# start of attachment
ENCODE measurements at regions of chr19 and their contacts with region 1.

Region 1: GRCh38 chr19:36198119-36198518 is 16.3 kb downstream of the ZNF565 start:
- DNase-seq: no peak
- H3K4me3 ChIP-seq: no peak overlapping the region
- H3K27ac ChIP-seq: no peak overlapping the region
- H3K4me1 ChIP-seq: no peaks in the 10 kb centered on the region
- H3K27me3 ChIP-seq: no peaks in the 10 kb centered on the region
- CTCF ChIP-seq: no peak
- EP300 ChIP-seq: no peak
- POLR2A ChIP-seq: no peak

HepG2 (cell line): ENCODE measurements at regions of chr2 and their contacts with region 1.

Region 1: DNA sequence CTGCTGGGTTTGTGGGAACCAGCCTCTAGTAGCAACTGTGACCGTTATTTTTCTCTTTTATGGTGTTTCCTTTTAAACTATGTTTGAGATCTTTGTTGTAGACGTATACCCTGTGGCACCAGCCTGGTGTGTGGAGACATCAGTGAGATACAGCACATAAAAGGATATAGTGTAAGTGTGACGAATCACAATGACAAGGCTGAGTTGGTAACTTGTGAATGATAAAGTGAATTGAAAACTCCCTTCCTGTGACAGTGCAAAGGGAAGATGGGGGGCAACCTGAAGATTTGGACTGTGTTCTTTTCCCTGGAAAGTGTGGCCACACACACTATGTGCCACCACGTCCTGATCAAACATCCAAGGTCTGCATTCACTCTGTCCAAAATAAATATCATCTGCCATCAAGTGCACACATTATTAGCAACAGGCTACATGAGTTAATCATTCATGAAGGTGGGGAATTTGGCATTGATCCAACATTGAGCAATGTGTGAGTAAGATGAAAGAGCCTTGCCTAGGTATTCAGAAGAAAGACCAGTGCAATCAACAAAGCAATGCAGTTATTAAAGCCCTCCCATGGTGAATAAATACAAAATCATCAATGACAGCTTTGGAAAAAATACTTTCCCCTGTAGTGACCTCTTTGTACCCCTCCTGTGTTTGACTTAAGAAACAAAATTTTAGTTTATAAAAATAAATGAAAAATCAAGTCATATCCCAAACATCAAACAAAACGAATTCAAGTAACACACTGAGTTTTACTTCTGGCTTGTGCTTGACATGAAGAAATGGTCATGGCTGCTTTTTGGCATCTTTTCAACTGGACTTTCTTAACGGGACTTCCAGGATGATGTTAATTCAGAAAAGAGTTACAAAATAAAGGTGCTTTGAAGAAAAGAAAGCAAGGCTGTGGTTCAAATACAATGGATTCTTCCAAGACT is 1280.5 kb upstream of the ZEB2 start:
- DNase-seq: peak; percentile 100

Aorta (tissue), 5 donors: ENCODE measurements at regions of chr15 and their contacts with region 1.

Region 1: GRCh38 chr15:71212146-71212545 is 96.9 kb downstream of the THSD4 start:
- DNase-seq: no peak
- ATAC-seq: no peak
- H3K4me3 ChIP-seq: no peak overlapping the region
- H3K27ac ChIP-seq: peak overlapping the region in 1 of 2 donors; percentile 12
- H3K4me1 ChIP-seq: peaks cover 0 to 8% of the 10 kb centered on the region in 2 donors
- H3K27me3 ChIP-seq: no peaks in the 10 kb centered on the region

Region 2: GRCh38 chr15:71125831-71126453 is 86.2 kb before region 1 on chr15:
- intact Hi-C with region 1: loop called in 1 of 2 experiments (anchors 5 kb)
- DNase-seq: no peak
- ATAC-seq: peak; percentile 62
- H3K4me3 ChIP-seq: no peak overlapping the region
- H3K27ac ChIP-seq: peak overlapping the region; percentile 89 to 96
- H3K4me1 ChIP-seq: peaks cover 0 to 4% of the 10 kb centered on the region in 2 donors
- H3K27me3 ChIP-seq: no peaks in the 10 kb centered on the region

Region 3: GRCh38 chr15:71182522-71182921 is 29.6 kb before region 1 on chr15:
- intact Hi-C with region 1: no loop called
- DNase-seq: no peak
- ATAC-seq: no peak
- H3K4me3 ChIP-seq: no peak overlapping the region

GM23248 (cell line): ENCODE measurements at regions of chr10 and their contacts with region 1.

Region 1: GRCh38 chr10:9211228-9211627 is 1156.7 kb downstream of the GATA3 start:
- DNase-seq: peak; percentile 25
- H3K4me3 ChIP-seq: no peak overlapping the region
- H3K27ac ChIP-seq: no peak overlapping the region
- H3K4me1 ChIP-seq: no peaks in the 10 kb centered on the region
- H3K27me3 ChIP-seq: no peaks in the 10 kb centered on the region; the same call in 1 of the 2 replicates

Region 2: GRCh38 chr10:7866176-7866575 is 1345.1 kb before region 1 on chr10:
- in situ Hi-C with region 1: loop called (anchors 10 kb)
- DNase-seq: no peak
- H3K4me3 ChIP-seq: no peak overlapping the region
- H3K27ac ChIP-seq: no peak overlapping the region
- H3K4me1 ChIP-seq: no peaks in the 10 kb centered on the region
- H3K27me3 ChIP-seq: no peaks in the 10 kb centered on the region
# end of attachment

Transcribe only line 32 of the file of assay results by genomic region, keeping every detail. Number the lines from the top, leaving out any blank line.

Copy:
- DNase-seq: no peak